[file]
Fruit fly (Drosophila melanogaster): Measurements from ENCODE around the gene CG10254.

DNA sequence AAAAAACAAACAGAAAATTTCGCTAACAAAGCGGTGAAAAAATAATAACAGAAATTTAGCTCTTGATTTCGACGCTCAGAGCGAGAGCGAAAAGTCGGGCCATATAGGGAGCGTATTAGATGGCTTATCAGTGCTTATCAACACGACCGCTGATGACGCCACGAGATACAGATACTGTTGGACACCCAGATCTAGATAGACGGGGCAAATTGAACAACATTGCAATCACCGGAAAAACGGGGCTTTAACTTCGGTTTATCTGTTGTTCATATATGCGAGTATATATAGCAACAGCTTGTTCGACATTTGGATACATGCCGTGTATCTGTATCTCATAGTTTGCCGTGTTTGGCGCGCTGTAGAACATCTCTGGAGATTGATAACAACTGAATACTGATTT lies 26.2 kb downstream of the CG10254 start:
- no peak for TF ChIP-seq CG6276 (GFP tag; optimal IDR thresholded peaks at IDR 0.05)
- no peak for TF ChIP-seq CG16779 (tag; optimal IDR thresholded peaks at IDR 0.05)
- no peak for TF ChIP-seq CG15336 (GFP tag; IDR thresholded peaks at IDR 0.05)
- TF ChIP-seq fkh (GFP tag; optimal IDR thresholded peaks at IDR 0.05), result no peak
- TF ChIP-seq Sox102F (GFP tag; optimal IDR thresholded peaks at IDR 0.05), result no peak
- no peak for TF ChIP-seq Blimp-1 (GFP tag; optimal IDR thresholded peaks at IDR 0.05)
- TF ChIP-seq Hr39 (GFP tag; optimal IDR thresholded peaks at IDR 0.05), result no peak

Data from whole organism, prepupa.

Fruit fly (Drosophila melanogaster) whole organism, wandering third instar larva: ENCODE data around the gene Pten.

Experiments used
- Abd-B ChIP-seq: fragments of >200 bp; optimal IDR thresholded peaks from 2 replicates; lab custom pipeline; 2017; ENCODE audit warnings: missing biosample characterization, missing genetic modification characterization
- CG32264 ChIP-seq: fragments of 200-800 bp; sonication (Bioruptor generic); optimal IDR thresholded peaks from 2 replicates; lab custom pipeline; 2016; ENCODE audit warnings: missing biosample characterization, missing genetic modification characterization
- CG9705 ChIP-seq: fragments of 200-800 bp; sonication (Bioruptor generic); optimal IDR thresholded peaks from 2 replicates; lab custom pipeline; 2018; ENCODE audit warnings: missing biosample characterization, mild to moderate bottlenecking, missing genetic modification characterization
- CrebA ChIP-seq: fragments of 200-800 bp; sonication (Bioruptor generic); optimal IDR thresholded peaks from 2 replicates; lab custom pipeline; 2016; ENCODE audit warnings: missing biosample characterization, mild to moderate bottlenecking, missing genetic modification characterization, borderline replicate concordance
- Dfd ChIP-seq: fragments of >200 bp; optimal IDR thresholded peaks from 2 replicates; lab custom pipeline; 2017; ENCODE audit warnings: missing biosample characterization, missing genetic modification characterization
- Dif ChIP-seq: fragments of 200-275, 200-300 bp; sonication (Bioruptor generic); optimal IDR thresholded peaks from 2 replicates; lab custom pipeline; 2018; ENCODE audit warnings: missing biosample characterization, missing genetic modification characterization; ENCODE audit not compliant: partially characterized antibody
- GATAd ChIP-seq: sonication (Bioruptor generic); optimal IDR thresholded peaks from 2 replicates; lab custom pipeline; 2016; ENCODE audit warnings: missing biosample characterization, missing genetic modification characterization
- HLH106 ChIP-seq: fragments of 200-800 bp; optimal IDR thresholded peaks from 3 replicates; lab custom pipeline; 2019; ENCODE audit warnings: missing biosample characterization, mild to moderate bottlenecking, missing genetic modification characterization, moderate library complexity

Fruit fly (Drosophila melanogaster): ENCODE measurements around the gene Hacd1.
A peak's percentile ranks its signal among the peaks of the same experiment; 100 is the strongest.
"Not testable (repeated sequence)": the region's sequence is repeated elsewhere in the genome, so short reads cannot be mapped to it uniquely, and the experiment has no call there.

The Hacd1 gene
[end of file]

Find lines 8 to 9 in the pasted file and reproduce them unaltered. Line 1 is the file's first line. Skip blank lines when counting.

- no peak for TF ChIP-seq Blimp-1 (GFP tag; optimal IDR thresholded peaks at IDR 0.05)
- TF ChIP-seq Hr39 (GFP tag; optimal IDR thresholded peaks at IDR 0.05), result no peak